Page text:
Presented at ToorCon San Diego 13 (2011)
Oct. 8, 2011, 3 p.m.
Small-scale, single-purpose embedded devices - 802.11 routers, ISP CPE boxes, A/V players, VoIP adapters, and more - are a fixture in home and SMB networks. Other researchers have found vulnerabilities in many of these: default passwords, dns rebinding, and cross-site request forgery, among others. Yet today, thousands of these devices remain unprotected, and many flaws are unpatched. Why?
We explore the extent of this problem in the first part of our talk, presenting data from nonintrusive surveys and previous anecdotal evidence that hint at the existence of large deployments of exposed devices. However, legal boundaries prevent researchers (and, in many cases, network operators) from identifying actually-exploitable devices. Consequently, many vendors and ISPs have apparently chosen to ignore these problems, while users remain unaware of them. Why?
In the second part of this talk, we present Ostrich, a new remote-access and traffic-interception trojan for several popular embedded devices. Although the target platforms vary in architecture and underlying operating system, Ostrich presents a common interface for tools to interact with. We will discuss the challenges underlying reverse-engineering device firmware and dealing with proprietary network chipsets. In addition to Ostrich itself, we'll release API code, utilities, and examples for integration with open-source tools such as Wireshark and scapy.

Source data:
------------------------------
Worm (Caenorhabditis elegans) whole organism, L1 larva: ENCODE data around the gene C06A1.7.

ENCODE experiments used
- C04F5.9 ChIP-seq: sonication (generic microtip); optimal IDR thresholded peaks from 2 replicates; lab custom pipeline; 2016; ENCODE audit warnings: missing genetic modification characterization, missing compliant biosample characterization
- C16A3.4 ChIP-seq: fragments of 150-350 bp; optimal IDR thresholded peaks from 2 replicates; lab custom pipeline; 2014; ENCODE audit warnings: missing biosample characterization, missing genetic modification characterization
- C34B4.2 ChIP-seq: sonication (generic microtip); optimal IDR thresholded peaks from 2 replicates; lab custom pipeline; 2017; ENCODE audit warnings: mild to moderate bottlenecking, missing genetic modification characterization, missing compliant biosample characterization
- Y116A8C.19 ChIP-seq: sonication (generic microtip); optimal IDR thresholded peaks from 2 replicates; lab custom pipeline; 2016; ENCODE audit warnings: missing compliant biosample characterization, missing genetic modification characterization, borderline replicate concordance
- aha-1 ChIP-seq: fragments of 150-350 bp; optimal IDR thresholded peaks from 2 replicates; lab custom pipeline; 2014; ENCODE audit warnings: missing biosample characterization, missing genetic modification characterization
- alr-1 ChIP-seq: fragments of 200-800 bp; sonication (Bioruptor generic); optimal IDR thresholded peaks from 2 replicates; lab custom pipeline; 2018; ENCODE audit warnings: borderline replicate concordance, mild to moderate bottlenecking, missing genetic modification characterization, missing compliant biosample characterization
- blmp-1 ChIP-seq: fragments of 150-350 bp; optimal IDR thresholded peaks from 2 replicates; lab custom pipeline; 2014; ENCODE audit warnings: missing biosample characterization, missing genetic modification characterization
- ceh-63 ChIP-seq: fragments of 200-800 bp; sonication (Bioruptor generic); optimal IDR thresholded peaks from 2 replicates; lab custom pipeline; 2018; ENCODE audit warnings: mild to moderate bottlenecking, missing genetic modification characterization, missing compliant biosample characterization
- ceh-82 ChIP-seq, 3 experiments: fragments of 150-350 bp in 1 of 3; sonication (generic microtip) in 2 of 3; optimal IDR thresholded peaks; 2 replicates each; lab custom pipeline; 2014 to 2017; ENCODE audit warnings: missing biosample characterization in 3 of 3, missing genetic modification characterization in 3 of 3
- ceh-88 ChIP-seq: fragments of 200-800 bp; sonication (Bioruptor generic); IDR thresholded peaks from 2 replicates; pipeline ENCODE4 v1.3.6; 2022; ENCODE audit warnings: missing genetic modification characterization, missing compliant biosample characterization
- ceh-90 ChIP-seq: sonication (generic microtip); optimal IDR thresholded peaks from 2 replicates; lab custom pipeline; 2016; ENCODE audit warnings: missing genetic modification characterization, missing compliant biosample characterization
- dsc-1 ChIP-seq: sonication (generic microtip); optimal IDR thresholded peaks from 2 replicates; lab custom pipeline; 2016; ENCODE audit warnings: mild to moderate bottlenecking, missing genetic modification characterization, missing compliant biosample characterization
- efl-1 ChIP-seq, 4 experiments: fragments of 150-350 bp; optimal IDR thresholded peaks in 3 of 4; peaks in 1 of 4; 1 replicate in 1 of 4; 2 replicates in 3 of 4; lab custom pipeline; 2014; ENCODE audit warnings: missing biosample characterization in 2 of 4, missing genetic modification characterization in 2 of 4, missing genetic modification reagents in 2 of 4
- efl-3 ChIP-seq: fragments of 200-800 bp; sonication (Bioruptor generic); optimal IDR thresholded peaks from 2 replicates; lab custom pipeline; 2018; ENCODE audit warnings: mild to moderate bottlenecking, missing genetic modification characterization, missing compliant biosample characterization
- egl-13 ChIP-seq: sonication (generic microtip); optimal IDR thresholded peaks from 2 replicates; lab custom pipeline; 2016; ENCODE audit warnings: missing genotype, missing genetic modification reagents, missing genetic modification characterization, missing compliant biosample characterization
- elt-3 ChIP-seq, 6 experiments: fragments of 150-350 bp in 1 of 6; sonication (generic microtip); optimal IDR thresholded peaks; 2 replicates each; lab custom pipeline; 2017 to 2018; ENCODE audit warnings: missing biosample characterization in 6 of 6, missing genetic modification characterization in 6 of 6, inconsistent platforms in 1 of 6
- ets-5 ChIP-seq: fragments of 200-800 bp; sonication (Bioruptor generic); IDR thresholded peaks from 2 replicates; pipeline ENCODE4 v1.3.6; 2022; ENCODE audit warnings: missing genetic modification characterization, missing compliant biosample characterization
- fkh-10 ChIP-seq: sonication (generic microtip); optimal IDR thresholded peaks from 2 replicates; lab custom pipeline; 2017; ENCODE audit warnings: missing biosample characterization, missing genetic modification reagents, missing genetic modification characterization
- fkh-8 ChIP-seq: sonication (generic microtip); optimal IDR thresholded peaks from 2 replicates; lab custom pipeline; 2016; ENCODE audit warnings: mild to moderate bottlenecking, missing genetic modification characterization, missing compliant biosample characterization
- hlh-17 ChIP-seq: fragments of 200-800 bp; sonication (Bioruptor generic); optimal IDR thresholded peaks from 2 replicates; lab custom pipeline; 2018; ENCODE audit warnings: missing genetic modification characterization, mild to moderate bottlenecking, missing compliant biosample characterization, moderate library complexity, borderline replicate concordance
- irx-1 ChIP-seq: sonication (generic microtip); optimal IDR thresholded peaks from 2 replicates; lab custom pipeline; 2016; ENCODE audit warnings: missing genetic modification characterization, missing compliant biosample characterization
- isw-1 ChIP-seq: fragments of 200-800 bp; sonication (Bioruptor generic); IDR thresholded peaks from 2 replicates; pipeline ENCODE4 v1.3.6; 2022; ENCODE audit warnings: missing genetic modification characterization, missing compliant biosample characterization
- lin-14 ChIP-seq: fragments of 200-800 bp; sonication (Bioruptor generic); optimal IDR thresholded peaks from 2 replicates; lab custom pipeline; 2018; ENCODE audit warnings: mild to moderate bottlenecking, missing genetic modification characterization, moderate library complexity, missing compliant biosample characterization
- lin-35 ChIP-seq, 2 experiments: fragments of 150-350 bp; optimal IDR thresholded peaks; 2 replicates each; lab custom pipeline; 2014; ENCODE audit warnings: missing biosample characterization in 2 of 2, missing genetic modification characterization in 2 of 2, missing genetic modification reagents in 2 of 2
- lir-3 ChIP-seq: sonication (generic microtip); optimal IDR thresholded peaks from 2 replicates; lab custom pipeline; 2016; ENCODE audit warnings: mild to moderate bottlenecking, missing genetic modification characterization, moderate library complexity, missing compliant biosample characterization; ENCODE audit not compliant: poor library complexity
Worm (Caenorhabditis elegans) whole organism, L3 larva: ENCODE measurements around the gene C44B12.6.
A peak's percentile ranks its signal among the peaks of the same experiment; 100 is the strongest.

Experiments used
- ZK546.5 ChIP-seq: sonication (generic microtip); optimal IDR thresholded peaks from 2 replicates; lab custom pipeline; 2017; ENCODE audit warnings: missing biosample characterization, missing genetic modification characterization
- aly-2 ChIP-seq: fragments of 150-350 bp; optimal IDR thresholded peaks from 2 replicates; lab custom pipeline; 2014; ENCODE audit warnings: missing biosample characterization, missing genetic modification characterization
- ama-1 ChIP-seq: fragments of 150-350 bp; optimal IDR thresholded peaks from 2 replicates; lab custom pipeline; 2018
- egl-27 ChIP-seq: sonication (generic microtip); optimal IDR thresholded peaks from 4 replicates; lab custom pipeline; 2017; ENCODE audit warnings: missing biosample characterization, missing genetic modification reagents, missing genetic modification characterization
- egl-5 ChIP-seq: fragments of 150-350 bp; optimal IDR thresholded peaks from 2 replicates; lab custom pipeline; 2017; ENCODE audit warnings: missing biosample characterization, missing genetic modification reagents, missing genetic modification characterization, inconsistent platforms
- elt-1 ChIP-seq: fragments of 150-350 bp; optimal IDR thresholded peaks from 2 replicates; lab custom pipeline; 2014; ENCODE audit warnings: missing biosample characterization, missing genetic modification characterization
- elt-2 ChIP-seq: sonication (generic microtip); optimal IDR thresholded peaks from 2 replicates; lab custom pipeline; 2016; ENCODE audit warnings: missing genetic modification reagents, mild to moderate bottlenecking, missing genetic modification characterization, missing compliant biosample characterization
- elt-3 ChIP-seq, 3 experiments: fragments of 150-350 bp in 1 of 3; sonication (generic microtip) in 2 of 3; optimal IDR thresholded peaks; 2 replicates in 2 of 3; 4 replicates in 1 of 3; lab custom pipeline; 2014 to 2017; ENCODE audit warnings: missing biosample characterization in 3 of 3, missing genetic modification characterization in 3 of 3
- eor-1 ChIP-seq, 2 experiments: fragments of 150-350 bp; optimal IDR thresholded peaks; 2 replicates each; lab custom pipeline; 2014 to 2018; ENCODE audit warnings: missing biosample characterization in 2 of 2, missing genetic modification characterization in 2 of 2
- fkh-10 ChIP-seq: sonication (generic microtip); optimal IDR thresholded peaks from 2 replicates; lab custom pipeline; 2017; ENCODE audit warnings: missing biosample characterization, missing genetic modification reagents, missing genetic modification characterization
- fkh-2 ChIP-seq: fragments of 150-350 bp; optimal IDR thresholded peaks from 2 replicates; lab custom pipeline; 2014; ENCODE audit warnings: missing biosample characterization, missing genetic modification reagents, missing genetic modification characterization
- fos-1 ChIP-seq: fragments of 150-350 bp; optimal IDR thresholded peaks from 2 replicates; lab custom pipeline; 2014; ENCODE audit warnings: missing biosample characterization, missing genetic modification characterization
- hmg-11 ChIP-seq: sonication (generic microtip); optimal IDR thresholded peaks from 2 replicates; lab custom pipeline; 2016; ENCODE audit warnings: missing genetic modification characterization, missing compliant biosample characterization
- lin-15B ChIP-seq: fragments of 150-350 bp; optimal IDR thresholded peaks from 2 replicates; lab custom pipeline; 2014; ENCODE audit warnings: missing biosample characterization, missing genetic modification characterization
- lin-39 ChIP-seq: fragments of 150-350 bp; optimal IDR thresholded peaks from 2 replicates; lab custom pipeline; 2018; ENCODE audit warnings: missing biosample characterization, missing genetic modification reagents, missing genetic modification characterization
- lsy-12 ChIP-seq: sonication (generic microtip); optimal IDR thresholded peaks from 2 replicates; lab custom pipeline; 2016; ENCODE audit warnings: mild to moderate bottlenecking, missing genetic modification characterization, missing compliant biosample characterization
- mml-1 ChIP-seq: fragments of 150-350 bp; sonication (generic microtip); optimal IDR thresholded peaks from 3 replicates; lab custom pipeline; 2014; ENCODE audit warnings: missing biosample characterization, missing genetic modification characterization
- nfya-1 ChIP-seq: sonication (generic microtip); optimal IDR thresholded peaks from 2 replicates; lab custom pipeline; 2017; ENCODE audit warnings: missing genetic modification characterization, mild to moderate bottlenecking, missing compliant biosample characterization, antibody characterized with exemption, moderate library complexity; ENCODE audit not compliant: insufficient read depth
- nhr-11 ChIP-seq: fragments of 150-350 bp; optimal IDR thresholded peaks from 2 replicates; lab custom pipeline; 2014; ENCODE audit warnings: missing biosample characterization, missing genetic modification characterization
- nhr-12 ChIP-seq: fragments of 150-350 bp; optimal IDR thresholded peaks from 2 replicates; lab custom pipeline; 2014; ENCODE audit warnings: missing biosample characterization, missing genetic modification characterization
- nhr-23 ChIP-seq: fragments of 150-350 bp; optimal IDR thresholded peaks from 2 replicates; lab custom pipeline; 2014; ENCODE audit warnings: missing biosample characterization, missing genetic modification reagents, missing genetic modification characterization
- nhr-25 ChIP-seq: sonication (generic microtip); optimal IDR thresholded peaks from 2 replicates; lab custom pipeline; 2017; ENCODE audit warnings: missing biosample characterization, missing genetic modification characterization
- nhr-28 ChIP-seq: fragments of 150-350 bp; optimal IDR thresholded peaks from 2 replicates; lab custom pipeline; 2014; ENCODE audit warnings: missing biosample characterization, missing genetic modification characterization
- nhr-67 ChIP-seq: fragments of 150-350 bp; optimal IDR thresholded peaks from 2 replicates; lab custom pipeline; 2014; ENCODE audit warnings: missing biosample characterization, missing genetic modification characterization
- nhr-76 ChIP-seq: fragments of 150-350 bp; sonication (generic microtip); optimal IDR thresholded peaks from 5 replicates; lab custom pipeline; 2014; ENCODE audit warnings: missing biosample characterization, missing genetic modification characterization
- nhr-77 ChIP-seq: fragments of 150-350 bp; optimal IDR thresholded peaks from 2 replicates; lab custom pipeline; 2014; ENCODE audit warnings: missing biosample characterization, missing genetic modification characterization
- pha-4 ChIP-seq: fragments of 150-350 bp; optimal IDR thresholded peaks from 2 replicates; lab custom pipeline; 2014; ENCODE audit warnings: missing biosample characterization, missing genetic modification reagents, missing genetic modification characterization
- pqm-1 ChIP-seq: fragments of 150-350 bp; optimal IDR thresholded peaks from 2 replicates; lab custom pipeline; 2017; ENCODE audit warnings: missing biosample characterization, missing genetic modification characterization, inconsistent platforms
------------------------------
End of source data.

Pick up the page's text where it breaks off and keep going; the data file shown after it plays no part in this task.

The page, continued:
Jim Rennie is an attorney, currently specializing in privacy law in the San Francisco Bay Area. Previously, he was a public defender in Las Vegas for three years. Before becoming an attorney, he spent three years as a software developer specializing in custom content management systems. He has given several talks at DefCon on legal issues.
Brandon Creighton / cstone
as Brandon Creighton
Brandon Creighton is an engineer (forward and reverse) working as a researcher at Veracode, helping to push the limits of automated appsec analysis. Aside from work, he is part of the engineering team responsible for the Ninja Networks open-source electronic party badges, distributed for free at DEFCON. He has previously spoken at conferences about security analysis of webapps (various frameworks) and electronic badge design.